Posts tagged ‘Anishinaabeg’

Restoring Anishinaabe Culture takes Faith

There was a time, in the relatively-near past, when Anishinaabe people knew exactly who they were.  This was unquestionable.

As early as the early-1900s, we had our language.  We had our systems of governance.  We had our own Spirituality.  We had our own way of life – from how we were born to how we died.

We had so much that was inherently Anishinaabe…

How we raised our children.
How we healed our illnesses.
What we learned and how we were taught.
How we earned our living.
What we harvested and what we ate.
How we lived our lives. How we Loved.  How we laughed.
How we treated our Elders.
How we sang, created art… how we entertained and socialized with one another…

The sum of all these things is culture.

“Native Culture” isn’t just a band office program.  It isn’t just our annual pow-wow.  It isn’t an evening language class or even the summer pow-wow trail.  It is the sum of all those things that make us uniquely Anishinaabe, including our traditional teachings, our way of life, how we talk to each other and how we pray to the Creator.  Culture is our collective identity and how we see ourselves.

And, it’s sad to say, much of it has been lost to history.

But the loss of culture was not our fault.  We have no reason to be ashamed.  There is good reason why we lost our way.

It is a well-documented fact that Christianity was forced upon the Anishinaabe and many other First Nations across North America.  Early missionaries, including that of the jesuit mission in Garden Village (later the Holy Spirit Mission) were established with the sole purpose of converting the heathen, soulless Indians into good Christians worthy of heaven.  Later, the establishment of residential schools, like those in Spanish, Chapleau and Sault Ste. Marie, tore apart our families and community with the forcible removement and systemic abuse of our children.  All in the name of assimilation, intolerance and the Lord Jesus Christ.

But this was done so subtly, so systematically, and so successfully, that our people have come to accept that they were Christian and that very little was done to our people as a whole.  I’ve heard some survivors say they were grateful for their education at residential school and thankful that their Christian faith guided them through those tough times away from their families.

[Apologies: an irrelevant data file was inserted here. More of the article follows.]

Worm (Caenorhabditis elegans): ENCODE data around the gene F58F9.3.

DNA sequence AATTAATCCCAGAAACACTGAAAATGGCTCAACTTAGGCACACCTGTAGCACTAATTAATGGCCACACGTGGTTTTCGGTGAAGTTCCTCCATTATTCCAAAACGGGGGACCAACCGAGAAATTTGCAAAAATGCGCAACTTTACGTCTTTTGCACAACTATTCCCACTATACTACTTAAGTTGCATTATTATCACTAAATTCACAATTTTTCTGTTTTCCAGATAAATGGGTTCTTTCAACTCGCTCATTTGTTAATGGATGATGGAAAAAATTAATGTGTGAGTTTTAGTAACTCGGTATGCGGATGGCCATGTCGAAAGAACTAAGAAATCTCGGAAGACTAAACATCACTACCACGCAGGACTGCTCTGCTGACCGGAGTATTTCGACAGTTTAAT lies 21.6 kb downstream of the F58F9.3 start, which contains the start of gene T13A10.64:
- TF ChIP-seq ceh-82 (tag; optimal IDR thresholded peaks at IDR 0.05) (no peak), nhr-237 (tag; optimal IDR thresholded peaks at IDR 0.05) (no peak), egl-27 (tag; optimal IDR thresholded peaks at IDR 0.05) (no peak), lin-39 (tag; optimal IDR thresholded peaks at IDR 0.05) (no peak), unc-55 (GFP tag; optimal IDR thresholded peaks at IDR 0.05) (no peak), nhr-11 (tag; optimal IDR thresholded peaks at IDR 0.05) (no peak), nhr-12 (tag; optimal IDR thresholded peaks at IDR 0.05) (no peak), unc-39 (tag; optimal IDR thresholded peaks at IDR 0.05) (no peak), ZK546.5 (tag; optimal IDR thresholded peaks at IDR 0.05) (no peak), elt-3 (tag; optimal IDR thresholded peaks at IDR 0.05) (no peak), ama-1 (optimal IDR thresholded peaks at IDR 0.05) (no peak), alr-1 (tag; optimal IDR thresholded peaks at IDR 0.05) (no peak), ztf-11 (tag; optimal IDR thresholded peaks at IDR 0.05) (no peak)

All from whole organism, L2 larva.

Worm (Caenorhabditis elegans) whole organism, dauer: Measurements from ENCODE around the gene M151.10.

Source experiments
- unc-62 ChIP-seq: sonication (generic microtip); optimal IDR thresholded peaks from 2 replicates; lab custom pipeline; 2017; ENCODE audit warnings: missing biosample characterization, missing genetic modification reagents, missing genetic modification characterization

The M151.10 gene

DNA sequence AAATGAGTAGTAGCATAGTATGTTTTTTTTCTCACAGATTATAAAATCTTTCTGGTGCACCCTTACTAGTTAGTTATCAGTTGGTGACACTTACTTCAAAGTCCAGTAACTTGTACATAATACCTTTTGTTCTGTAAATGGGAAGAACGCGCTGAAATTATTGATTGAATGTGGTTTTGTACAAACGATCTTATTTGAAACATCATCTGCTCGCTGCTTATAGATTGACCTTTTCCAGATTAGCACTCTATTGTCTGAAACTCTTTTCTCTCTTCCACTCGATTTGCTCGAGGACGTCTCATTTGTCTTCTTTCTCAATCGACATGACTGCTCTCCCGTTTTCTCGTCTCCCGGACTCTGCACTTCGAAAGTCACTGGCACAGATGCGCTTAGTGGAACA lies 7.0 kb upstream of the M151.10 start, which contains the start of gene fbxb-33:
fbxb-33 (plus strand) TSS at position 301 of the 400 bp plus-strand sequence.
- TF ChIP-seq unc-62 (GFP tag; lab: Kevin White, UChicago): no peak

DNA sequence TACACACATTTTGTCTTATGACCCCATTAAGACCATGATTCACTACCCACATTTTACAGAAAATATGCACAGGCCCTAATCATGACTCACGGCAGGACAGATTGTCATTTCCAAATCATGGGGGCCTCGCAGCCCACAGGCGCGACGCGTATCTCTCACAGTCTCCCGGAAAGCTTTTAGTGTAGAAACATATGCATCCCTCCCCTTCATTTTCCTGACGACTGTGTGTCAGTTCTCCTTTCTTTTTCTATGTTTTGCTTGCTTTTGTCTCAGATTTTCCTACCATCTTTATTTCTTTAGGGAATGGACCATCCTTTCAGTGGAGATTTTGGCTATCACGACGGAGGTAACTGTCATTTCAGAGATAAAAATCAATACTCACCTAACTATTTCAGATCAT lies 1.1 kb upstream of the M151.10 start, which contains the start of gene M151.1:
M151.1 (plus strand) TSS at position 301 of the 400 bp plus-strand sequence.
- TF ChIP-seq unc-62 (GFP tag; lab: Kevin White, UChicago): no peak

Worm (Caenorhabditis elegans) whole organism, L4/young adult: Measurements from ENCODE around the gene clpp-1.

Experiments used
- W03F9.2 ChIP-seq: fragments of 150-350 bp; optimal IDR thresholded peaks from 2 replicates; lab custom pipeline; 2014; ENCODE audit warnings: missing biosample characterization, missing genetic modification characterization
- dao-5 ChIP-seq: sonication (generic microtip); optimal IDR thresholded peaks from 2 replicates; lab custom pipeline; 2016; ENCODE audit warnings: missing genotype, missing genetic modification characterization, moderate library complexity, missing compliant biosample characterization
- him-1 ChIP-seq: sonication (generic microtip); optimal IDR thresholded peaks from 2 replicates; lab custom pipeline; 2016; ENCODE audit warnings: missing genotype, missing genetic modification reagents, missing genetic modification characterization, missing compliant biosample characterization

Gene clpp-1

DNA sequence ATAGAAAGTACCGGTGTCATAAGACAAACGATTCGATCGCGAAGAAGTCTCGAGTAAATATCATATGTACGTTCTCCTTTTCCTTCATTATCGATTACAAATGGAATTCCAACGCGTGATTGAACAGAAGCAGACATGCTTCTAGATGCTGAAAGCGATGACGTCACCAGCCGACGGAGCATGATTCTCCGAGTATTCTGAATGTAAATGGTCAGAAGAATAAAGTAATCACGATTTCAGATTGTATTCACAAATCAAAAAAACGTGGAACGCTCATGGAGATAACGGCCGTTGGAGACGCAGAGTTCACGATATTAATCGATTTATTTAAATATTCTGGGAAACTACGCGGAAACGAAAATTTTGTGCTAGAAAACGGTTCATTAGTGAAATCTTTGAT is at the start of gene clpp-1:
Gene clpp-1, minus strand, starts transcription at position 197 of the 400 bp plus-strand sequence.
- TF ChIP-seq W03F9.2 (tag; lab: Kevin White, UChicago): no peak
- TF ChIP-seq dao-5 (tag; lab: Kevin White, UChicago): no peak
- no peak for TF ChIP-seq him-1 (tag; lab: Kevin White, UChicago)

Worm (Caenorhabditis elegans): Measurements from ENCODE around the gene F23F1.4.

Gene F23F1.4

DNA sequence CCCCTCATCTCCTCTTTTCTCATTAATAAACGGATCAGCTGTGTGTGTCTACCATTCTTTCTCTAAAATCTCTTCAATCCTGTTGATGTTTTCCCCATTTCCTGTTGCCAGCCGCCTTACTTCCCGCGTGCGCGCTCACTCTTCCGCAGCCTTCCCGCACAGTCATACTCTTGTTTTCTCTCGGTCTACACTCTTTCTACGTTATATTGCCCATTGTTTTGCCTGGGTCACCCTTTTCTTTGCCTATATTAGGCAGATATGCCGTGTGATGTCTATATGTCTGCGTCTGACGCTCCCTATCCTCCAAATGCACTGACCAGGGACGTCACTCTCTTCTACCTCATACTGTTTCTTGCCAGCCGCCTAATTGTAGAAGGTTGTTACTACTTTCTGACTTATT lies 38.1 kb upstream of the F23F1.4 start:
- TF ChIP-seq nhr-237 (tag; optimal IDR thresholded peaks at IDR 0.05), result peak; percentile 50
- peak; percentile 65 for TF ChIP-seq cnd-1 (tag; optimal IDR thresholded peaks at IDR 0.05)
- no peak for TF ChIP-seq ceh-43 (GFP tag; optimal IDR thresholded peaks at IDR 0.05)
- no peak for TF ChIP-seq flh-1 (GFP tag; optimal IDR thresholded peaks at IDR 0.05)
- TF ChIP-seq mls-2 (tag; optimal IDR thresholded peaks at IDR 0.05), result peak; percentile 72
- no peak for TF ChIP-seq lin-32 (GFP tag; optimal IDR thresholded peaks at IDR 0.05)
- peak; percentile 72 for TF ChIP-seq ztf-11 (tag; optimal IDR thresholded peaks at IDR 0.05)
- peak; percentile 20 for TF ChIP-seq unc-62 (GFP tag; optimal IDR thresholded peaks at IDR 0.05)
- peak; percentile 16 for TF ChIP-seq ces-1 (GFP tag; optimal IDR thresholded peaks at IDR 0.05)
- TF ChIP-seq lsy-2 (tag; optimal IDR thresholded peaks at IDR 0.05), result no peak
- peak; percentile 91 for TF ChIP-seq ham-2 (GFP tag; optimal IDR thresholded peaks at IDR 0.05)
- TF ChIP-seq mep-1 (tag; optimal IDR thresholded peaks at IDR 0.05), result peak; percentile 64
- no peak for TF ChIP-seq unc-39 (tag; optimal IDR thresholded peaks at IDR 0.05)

As a result, we have a whole lot of mixed-up Christians singing pow-wow and hand-drum songs, dancing their hearts out, taking Native language classes and marching for Treaty Rights.

I’m not writing this to discourage those like-minded individuals, who are working to raise their families as Anishinaabe.  There are many people out there that have shed their colonial outer garments for an AIM t-shirt.  They know the challenges of living a life in search of something more.  Trying our hardest to give our children what was kept from us.

We try our hardest, but we don’t think Anishinaabe anymore.  In reality, very few Anishinaabe people can actually speak Anishinaabemowin.  Those that speak Anishinaabemowin, can think in their language…  but mainly about Jesus and their shame of being Indian.  Original Sin is something far more profound when you have dark skin.

We need to turn the corner on re-establishing our nationhood and re-defining our inherent, indigenous culture as Anishinaabe people.

I have said many times, we need to gradually assimilate into our own culture.  This is something my friend Brian Loukes calls “acculturation”.

This begins through education. We must have the courage to transform our entire education system into a truly Anishinaabe institution.

We need to restore our language.  This can only be done through language immersion programs in Anishinaabemowin – the official language of our people.  Our children need to be able to think in Anishinaabemowin once again.  This doesn’t mean we turn our backs on English.  This is the 21st Century.  We do have to be proficient in both languages.

Nor do we need to sacrifice principles of good education to find our way back to Anishinaabe culture.  We still need to read and write, learn mathematics, science, geography, biology and chemistry.  We can all do this in Anishinaabemowin and being mindful of our own world view.  We do, however, need to be taught our own history, philosophy and way of life.  We need to be educated about our Treaty and inherent rights.  We need to be educated in the traditional ways of protecting the environment.